In 2002, a local Montgomery ISD teacher discovered that integrating her Labrador retriever into the classroom made even the most shy and timid students excited to read.
Fifteen years later, that teacher's innovation has inspired and evolved into Montgomery Pet Partners, a nonprofit with 60 dog handler teams that visit 15 schools, five senior care facilities, four libraries and one hospital on a weekly basis.
“We believe in the bond between a person and a dog, and that you can utilize that bond to bring happiness to people in the community,” President Wendy Hoffner said. “There’s a lot of people hurting out there, so it’s great when a dog can be that conduit.”
To be a team with MPP, both the dog and handler must pass 26 exercises in the organization’s evaluation process to become licensed. Workshops, mock drills, orientation and shadowing are all a part of the process to ensure a dog and handler are suited for the job.
“Any dog with the right temperament, behavior skills and handler can do this," Hoffner said. "The most important thing is for the dog to be able to connect with people."
Although MPP has expanded to other areas of service, its primary focus continues to be the Reading Education Assistance Dogs program through which teams visit elementary and middle schools in Conroe, Magnolia and Tomball ISDs as well as libraries in the Montgomery County Library System to work with at-risk and life-skills students. At-risk students are typically students recommended by school staff who may have a difficult home life, a learning disability or are on the borderline of passing standardized tests.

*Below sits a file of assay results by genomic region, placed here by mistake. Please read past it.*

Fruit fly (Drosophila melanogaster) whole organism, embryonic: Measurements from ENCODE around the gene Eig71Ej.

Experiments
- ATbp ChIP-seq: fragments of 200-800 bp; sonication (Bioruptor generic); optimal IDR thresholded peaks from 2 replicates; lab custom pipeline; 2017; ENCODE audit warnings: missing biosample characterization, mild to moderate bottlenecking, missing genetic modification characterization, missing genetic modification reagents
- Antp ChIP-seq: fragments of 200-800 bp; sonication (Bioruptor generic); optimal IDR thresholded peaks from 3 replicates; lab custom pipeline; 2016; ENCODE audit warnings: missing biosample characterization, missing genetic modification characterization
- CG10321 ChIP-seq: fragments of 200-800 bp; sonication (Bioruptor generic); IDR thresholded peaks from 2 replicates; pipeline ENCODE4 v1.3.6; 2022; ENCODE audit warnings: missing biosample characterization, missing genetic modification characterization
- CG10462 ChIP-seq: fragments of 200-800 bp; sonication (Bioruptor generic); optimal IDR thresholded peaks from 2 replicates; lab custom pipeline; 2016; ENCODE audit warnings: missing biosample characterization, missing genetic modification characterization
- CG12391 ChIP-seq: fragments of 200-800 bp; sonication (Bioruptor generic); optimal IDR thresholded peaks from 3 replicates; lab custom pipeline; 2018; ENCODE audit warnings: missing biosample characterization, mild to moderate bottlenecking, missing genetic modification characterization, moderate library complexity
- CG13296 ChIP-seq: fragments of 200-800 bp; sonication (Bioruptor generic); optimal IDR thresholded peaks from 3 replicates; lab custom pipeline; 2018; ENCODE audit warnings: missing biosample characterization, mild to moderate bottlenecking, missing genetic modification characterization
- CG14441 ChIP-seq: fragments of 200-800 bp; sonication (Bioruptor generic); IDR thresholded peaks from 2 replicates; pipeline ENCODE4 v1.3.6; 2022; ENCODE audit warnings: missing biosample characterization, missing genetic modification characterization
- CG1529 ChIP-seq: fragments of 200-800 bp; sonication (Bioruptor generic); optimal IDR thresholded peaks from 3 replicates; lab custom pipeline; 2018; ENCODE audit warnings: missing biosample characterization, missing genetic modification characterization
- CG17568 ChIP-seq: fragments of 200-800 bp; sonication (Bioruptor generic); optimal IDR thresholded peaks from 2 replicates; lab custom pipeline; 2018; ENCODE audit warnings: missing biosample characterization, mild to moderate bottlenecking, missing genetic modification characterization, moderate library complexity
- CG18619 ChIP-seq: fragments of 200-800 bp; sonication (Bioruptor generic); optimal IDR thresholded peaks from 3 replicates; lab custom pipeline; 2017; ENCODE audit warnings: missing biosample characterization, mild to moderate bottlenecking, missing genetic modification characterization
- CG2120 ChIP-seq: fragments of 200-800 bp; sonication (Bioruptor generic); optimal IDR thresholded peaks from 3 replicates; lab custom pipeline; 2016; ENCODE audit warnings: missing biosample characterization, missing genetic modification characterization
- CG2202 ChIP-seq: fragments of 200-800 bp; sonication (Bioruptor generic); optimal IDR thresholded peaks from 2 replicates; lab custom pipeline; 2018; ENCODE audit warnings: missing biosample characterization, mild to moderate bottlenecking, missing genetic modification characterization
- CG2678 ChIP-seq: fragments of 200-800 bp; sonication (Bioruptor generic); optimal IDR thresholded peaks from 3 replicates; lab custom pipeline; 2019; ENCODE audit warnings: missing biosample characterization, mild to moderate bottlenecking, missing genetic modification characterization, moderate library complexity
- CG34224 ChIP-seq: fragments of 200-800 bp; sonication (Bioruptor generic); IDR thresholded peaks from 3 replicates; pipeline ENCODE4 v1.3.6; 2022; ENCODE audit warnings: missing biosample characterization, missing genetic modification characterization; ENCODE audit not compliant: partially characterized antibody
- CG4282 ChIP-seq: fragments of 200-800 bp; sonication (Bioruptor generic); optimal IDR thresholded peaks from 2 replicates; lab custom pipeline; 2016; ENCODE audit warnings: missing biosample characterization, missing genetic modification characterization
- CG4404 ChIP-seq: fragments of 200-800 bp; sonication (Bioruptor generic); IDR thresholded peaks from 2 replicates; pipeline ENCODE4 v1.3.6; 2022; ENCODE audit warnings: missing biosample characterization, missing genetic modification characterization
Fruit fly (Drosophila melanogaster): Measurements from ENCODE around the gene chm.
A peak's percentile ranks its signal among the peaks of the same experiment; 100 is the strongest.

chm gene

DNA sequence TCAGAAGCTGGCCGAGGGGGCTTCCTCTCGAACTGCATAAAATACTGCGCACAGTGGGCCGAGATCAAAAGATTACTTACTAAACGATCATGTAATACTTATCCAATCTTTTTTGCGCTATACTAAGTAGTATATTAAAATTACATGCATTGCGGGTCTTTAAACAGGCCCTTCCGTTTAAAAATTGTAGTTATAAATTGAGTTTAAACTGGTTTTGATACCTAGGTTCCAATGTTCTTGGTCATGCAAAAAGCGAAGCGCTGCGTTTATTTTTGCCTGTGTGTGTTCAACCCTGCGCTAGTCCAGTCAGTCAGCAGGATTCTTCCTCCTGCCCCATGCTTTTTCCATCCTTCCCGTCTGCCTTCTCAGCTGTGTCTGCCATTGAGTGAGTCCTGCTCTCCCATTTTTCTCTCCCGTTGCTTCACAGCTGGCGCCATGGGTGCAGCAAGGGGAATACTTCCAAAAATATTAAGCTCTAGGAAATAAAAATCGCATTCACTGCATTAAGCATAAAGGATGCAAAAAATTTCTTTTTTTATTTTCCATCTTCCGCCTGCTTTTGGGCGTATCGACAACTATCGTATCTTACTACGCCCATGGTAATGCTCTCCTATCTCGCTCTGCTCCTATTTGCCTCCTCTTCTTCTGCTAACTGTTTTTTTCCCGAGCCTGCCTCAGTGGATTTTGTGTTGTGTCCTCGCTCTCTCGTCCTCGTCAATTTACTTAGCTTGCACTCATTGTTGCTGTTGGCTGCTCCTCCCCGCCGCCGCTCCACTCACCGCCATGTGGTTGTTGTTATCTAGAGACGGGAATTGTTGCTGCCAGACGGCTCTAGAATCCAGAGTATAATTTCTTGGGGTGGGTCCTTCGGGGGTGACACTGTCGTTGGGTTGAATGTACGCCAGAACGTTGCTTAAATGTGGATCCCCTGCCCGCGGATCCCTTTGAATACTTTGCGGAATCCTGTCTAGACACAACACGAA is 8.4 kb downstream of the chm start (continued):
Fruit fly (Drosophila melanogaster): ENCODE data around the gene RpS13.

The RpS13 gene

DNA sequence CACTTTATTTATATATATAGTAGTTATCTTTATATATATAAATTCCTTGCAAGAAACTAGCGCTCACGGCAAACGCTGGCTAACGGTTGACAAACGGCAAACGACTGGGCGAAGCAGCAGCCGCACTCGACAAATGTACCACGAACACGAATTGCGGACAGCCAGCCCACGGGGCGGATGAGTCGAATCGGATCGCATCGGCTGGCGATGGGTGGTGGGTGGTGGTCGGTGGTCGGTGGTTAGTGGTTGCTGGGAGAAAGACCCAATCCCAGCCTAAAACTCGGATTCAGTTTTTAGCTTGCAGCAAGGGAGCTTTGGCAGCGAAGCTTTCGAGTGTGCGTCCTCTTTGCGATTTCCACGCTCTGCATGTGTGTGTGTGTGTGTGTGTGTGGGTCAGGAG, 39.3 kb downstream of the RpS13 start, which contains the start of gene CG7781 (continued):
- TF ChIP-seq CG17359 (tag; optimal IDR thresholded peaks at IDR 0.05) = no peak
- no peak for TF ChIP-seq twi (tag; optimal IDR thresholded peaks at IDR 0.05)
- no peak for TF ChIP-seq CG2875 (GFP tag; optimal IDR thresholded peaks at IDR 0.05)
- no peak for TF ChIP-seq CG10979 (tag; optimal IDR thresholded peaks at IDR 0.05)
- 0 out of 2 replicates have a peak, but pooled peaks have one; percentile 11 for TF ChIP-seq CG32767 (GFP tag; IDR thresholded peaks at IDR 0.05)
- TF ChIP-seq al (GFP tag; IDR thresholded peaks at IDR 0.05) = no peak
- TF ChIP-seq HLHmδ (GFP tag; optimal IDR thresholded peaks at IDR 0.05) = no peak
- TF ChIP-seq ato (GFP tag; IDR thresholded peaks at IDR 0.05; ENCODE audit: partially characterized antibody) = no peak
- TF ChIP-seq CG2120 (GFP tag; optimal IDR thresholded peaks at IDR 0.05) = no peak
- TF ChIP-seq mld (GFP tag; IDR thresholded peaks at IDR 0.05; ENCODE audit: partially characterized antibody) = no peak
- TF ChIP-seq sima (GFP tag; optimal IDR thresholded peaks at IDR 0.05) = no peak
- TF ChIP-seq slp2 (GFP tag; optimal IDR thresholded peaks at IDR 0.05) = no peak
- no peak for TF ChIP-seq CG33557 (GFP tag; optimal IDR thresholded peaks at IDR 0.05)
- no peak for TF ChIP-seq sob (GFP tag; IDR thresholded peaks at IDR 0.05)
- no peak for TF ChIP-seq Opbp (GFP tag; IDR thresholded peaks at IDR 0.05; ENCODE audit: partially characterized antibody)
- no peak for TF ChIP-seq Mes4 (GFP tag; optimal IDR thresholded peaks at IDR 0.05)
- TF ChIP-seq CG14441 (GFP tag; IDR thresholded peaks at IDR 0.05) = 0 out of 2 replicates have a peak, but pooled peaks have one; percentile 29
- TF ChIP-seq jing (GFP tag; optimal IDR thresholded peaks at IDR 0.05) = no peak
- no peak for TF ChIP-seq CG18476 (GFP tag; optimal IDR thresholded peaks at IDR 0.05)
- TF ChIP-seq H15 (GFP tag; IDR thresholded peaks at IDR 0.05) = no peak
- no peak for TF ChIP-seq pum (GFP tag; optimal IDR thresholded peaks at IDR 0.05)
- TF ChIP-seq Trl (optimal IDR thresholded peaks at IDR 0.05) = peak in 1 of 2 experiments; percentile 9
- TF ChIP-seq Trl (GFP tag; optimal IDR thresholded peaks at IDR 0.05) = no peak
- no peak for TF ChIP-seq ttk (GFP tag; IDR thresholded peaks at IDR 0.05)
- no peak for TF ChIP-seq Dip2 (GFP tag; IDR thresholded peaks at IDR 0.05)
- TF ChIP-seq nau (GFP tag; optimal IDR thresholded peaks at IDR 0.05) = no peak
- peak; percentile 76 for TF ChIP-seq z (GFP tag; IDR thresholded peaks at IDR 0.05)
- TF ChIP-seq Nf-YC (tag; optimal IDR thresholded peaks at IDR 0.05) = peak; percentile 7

According to MPP, studies have shown that visitation with dogs can lower blood pressure and reduce stress in seniors. To promote these health benefits, MPP has expanded its services to include five local assisted living and memory care facilities.
“Ten minutes with a dog at a senior facility creates a month of happiness because they’re fighting loneliness,” Hoffner said. “Many of the seniors don’t get many visitors so for the dogs to show up for them is great.”
MPP’s hospital program is used at Memorial Hermann The Woodlands Hospital and TIRR Memorial Hermann The Woodlands.
Teams that work with TIRR Memorial Hermann The Woodlands patients have a more functional purpose as they are used in physical, occupational and speech therapy programs.
“TIRR patients are more motivated to work hard with an animal than they are with a piece of equipment,” said Dean Nistetter, MPP director of hospitals and senior facilities. “We incorporate the dogs into their exercises to work on mobility and dexterity, and what may seem so simple to us is really very significant.”
Although MPP has experienced significant growth over the past 15 years, Hoffner and Nistetter said they have also experienced an increased demand for their services. As a result, the organization has had to develop a wait list.
Both MPP officials said they hope to continue experiencing growth to keep up with countywide demand and eliminate the need for a wait list.
“In the business world, I was that cold person without a heart—I’ve discovered I have a heart through these animals,” Nistetter said. “These connections just touch your heart, and when you see them happen—that’s why we do what we do.”